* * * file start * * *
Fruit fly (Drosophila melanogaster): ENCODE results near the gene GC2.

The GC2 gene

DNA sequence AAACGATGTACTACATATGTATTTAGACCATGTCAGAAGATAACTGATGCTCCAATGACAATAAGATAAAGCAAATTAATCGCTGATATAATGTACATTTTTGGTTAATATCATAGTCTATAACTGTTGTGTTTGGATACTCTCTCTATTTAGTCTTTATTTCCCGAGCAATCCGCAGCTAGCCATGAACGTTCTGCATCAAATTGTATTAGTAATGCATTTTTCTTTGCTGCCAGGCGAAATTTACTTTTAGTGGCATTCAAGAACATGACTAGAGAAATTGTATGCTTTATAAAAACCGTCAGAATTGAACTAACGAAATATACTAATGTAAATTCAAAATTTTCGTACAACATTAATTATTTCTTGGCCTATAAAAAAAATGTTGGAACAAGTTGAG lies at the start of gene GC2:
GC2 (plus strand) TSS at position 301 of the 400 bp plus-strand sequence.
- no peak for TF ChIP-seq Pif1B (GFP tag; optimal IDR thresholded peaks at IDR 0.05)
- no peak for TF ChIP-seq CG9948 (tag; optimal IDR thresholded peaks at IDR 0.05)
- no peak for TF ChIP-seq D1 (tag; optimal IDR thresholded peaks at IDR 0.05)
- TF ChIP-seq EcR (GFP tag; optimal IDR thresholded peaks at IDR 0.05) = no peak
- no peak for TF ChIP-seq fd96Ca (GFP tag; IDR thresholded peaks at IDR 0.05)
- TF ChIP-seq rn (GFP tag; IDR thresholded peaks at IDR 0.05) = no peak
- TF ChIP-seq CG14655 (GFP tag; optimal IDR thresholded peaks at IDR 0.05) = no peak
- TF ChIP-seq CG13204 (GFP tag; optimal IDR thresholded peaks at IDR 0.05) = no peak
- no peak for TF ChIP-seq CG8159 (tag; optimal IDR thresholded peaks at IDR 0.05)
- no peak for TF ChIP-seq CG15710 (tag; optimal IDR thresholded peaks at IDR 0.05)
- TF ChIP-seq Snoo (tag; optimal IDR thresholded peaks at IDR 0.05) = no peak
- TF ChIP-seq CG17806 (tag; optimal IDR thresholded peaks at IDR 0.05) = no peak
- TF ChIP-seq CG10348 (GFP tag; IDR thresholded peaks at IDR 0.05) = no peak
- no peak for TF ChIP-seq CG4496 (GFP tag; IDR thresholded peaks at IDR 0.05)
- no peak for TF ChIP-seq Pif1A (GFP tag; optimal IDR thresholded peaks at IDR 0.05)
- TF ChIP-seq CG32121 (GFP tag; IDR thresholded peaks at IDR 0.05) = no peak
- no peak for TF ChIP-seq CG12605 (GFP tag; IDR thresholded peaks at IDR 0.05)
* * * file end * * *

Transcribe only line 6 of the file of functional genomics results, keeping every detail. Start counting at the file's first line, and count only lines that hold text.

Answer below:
- no peak for TF ChIP-seq CG9948 (tag; optimal IDR thresholded peaks at IDR 0.05)